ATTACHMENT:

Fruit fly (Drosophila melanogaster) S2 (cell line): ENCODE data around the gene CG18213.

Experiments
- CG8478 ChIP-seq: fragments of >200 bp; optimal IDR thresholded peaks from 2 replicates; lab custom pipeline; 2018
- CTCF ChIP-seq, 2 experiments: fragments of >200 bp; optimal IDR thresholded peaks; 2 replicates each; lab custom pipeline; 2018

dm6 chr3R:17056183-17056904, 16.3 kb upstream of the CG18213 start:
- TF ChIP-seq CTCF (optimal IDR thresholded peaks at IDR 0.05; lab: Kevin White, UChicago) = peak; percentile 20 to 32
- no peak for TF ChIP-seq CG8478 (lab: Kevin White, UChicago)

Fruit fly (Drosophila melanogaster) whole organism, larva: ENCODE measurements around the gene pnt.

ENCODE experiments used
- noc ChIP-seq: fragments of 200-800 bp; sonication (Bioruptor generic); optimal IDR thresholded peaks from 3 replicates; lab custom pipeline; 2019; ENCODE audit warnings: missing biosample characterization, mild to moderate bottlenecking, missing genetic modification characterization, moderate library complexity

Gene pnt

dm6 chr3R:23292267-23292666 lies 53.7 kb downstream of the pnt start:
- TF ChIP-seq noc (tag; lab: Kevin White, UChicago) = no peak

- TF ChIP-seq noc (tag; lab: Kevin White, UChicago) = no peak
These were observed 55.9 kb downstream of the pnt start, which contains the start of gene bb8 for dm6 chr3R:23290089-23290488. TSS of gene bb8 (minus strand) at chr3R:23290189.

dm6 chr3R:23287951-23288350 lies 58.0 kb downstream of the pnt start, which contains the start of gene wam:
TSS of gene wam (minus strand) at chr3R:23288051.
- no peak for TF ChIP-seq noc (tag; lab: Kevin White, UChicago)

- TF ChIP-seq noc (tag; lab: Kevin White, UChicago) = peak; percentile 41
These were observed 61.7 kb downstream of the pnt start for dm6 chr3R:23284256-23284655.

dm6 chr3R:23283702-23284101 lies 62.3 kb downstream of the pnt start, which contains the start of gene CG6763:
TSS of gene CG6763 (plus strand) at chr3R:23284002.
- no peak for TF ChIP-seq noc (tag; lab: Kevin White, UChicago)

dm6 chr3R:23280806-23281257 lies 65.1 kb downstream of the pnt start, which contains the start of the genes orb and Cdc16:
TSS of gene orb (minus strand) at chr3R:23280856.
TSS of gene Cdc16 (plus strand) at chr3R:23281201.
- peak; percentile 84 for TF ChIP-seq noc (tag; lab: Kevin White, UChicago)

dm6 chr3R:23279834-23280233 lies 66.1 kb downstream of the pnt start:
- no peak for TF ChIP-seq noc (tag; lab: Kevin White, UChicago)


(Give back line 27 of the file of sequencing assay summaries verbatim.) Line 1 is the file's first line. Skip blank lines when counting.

- peak; percentile 84 for TF ChIP-seq noc (tag; lab: Kevin White, UChicago)